ANALYSIS: The Kotel photo that fed fake news

The latest Jewish News

Read this week’s digital edition

Click Here

ANALYSIS: The Kotel photo that fed fake news

Nathan Jeffay looks at an image that circulated on social media, purporting to show Israelis celebrating a fire at Al Aqsa Mosque. But it didn't tell the real story.

Fire raged by the al-Aqsa Mosque as Israelis danced at the Western Wall. Captured in the same frame, the image is etched on to the minds of huge numbers of Palestinians.

Many think it confirms the claim that citizens of the Jewish state have ill will towards their holy site. It’s dynamite for the cause of Palestinian radicals, almost literally, as such an image can easily inspire violence.

In reality, it was a tree that had caught fire, not any part of the mosque, and the dancing was due to Jerusalem Day, not because of the flames. 

“Yes, it’s out of context, but it goes on social media with a banner saying the mosque was harmed, and this impacts people,” says Yoram Meital, head of the Chaim Herzog Center for Middle East Studies and Diplomacy at Ben-Gurion University.

Jerusalem Palestinians were on edge long before they saw this image, and long before the current violence. There is anger towards both Israel and their own leadership over the fact that Palestinian elections have been cancelled. There are political grievances, and there are deep social and economic problems. 

“Life is increasingly difficult, especially since the coronavirus crisis,” says Palestinian political scientist Ghassen Khatib, a former government spokesman and currently professor at Birzeit University near Ramallah. “Unemployment is high, dropout rates from schools are at 40 percent, and there are serious issues with housing.”

But most Israelis strongly reject his reading of how this volatile population engaged in violence. He insists it is purely reactive. Israel’s actions to stop large gatherings by the Damascus Gate for part of Ramadan, the controversy surrounding Sheikh Jarrah, and the Jerusalem Day Flag March caused a Palestinian reaction that has consisted purely of raw anger, he claimed. 

“This is spontaneous,” he insisted. “Political factions don’t actually have strong influence among Jerusalem Palestinians, so people are not acting in response to politicians. Most of the young people in Jerusalem aren’t politically affiliated, so this is really spontaneous.”

Meital wonders how, based on spontaneous anger alone, events became so big in just a few days. “The fact it happened in a very short span of time suggests that while the violence started as spontaneous, the politicians got to the heart of it very quickly, and it became more organised.” 

Support your Jewish community. Support your Jewish News

Thank you for helping to make Jewish News the leading source of news and opinion for the UK Jewish community. Today we're asking for your invaluable help to continue putting our community first in everything we do.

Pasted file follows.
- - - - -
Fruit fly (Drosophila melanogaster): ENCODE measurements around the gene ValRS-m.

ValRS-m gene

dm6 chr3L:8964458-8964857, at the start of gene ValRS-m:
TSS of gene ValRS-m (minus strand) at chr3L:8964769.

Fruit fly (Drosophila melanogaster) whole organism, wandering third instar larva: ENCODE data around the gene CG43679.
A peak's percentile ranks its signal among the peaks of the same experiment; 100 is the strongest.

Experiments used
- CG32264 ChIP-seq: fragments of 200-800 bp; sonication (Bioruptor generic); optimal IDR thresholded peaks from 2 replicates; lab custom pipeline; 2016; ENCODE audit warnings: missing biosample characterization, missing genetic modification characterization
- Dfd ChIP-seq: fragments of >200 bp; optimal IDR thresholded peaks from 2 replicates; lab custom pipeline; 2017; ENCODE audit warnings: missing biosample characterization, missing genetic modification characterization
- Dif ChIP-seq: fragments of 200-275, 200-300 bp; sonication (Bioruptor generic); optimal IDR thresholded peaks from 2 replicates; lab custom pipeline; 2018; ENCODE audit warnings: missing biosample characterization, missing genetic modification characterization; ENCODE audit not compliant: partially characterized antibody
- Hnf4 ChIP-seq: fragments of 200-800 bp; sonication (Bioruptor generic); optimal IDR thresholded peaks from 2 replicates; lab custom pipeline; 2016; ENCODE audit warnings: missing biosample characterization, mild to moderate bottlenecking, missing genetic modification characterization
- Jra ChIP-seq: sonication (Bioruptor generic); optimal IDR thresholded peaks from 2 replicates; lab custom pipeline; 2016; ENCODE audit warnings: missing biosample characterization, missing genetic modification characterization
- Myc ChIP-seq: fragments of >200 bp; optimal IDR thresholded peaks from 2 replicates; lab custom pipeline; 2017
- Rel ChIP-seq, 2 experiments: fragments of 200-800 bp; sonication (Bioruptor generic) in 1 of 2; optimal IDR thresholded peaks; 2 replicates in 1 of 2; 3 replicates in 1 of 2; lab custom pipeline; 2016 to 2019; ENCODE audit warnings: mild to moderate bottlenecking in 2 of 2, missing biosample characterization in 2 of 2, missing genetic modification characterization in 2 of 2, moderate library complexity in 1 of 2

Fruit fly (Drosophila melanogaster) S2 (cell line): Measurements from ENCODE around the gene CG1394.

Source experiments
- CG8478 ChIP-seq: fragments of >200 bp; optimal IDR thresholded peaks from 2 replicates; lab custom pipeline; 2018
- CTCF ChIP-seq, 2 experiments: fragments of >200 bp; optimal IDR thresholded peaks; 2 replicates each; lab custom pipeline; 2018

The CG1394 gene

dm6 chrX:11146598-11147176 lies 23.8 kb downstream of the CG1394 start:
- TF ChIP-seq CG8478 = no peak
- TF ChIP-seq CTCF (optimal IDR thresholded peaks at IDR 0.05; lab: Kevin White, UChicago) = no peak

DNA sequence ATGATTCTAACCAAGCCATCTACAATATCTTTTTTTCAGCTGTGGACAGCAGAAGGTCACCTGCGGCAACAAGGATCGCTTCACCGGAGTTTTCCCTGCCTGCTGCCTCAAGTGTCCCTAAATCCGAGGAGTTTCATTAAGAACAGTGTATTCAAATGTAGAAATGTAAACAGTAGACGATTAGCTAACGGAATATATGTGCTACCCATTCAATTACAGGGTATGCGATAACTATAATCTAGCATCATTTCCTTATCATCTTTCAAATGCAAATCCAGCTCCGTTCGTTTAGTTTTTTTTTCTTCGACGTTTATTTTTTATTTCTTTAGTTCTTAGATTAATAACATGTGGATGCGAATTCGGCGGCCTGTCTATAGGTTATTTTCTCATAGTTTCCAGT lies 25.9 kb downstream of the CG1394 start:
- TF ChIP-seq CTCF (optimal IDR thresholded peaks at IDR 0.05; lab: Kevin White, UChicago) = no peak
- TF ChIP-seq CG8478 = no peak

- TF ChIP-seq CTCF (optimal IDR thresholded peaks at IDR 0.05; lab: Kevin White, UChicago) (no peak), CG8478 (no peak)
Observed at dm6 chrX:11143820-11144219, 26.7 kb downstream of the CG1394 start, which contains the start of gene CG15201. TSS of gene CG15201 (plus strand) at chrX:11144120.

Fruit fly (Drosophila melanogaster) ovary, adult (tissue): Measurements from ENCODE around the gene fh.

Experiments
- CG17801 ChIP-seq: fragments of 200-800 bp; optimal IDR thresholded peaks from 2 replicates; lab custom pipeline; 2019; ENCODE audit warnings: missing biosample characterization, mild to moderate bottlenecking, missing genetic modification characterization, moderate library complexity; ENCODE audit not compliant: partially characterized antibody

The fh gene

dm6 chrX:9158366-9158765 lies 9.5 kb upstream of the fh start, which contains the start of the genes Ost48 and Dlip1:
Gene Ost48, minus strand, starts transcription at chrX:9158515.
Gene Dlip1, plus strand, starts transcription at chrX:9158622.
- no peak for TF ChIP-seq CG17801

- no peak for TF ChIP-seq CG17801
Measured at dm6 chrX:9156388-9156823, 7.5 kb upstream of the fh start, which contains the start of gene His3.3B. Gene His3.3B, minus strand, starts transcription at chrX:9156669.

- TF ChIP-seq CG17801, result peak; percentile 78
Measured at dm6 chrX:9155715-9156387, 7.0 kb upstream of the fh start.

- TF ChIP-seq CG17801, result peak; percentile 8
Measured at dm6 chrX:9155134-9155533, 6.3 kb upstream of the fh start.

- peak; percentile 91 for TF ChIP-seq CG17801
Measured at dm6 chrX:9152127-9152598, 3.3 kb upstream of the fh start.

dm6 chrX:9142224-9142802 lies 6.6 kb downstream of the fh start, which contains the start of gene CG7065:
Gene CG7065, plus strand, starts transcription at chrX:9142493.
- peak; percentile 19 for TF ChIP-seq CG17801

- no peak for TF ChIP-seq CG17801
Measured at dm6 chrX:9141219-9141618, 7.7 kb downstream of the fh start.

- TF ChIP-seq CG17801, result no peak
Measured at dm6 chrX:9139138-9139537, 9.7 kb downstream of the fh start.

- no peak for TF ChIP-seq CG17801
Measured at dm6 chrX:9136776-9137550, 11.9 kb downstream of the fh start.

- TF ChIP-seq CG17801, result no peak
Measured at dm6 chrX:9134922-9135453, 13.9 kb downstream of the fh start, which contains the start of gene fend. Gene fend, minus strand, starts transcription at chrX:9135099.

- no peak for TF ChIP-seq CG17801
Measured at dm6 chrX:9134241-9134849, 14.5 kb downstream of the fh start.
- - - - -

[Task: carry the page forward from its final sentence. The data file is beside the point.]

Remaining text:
For as little as £5 a month you can help sustain the vital work we do in celebrating and standing up for Jewish life in Britain.

Jewish News holds our community together and keeps us connected. Like a synagogue, it’s where people turn to feel part of something bigger. It also proudly shows the rest of Britain the vibrancy and rich culture of modern Jewish life.

You can make a quick and easy one-off or monthly contribution of £5, £10, £20 or any other sum you’re comfortable with.

100% of your donation will help us continue celebrating our community, in all its dynamic diversity...


Being a community platform means so much more than producing a newspaper and website. One of our proudest roles is media partnering with our invaluable charities to amplify the outstanding work they do to help us all.


There’s no shortage of oys in the world but Jewish News takes every opportunity to celebrate the joys too, through projects like Night of Heroes, 40 Under 40 and other compelling countdowns that make the community kvell with pride.


In the first collaboration between media outlets from different faiths, Jewish News worked with British Muslim TV and Church Times to produce a list of young activists leading the way on interfaith understanding.


Royal Mail issued a stamp honouring Holocaust hero Sir Nicholas Winton after a Jewish News campaign attracted more than 100,000 backers. Jewish Newsalso produces special editions of the paper highlighting pressing issues including mental health and Holocaust remembrance.

Easy access

In an age when news is readily accessible, Jewish News provides high-quality content free online and offline, removing any financial barriers to connecting people.

Voice of our community to wider society

The Jewish News team regularly appears on TV, radio and on the pages of the national press to comment on stories about the Jewish community. Easy access to the paper on the streets of London also means Jewish News provides an invaluable window into the community for the country at large.

We hope you agree all this is worth preserving.

read more: